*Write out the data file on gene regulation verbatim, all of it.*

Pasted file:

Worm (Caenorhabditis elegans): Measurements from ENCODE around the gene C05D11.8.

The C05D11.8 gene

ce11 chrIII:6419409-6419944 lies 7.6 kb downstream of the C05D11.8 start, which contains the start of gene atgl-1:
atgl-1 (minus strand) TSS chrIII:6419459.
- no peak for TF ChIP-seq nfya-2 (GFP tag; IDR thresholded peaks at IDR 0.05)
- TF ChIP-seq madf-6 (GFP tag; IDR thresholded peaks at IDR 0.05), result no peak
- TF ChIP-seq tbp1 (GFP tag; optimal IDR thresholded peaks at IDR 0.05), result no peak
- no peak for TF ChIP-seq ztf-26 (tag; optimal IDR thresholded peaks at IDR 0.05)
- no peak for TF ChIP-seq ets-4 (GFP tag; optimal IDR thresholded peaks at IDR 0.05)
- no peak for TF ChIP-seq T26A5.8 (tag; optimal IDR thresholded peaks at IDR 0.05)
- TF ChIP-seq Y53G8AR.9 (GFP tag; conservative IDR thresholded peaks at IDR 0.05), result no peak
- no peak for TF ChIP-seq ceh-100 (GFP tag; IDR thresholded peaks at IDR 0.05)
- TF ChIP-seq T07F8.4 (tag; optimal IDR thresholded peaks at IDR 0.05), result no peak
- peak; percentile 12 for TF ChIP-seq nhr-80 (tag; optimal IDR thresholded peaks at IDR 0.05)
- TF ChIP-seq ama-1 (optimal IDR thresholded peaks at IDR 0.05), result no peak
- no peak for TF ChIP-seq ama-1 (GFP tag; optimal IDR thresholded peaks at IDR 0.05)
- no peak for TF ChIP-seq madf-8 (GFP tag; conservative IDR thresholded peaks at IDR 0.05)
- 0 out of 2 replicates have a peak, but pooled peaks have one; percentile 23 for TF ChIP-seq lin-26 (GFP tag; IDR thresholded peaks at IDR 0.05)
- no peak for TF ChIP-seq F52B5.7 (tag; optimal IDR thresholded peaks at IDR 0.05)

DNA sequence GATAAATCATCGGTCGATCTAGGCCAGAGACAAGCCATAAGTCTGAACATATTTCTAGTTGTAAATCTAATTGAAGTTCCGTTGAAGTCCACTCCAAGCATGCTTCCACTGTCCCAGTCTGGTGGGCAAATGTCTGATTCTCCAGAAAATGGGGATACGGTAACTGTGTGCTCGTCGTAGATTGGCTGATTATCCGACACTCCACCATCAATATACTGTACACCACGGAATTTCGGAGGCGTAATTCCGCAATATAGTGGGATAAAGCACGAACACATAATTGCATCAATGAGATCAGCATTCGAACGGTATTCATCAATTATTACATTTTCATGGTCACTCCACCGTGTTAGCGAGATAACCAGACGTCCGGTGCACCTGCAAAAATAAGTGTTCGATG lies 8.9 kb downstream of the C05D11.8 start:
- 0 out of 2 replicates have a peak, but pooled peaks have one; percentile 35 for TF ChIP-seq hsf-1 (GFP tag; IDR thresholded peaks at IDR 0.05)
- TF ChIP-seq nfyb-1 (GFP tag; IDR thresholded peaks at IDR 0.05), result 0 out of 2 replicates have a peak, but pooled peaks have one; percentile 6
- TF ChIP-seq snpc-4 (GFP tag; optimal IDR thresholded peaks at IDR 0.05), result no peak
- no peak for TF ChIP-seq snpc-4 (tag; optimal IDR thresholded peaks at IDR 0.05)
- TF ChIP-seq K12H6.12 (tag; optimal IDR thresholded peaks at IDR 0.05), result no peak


Worm (Caenorhabditis elegans): Measurements from ENCODE around the gene C05D11.8.

The C05D11.8 gene

ce11 chrIII:6419409-6419944 lies 7.6 kb downstream of the C05D11.8 start, which contains the start of gene atgl-1:
atgl-1 (minus strand) TSS chrIII:6419459.
- no peak for TF ChIP-seq nfya-2 (GFP tag; IDR thresholded peaks at IDR 0.05)
- TF ChIP-seq madf-6 (GFP tag; IDR thresholded peaks at IDR 0.05), result no peak
- TF ChIP-seq tbp1 (GFP tag; optimal IDR thresholded peaks at IDR 0.05), result no peak
- no peak for TF ChIP-seq ztf-26 (tag; optimal IDR thresholded peaks at IDR 0.05)
- no peak for TF ChIP-seq ets-4 (GFP tag; optimal IDR thresholded peaks at IDR 0.05)
- no peak for TF ChIP-seq T26A5.8 (tag; optimal IDR thresholded peaks at IDR 0.05)
- TF ChIP-seq Y53G8AR.9 (GFP tag; conservative IDR thresholded peaks at IDR 0.05), result no peak
- no peak for TF ChIP-seq ceh-100 (GFP tag; IDR thresholded peaks at IDR 0.05)
- TF ChIP-seq T07F8.4 (tag; optimal IDR thresholded peaks at IDR 0.05), result no peak
- peak; percentile 12 for TF ChIP-seq nhr-80 (tag; optimal IDR thresholded peaks at IDR 0.05)
- TF ChIP-seq ama-1 (optimal IDR thresholded peaks at IDR 0.05), result no peak
- no peak for TF ChIP-seq ama-1 (GFP tag; optimal IDR thresholded peaks at IDR 0.05)
- no peak for TF ChIP-seq madf-8 (GFP tag; conservative IDR thresholded peaks at IDR 0.05)
- 0 out of 2 replicates have a peak, but pooled peaks have one; percentile 23 for TF ChIP-seq lin-26 (GFP tag; IDR thresholded peaks at IDR 0.05)
- no peak for TF ChIP-seq F52B5.7 (tag; optimal IDR thresholded peaks at IDR 0.05)

DNA sequence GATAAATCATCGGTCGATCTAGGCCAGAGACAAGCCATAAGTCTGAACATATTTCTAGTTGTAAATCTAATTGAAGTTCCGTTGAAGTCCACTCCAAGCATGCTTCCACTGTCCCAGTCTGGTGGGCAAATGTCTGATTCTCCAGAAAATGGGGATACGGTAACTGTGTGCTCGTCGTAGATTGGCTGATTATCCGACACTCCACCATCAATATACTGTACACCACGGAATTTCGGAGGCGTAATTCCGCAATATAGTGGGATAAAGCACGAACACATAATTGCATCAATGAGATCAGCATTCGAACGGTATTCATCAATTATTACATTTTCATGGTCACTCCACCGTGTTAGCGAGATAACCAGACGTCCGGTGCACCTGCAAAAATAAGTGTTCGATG lies 8.9 kb downstream of the C05D11.8 start:
- 0 out of 2 replicates have a peak, but pooled peaks have one; percentile 35 for TF ChIP-seq hsf-1 (GFP tag; IDR thresholded peaks at IDR 0.05)
- TF ChIP-seq nfyb-1 (GFP tag; IDR thresholded peaks at IDR 0.05), result 0 out of 2 replicates have a peak, but pooled peaks have one; percentile 6
- TF ChIP-seq snpc-4 (GFP tag; optimal IDR thresholded peaks at IDR 0.05), result no peak
- no peak for TF ChIP-seq snpc-4 (tag; optimal IDR thresholded peaks at IDR 0.05)
- TF ChIP-seq K12H6.12 (tag; optimal IDR thresholded peaks at IDR 0.05), result no peak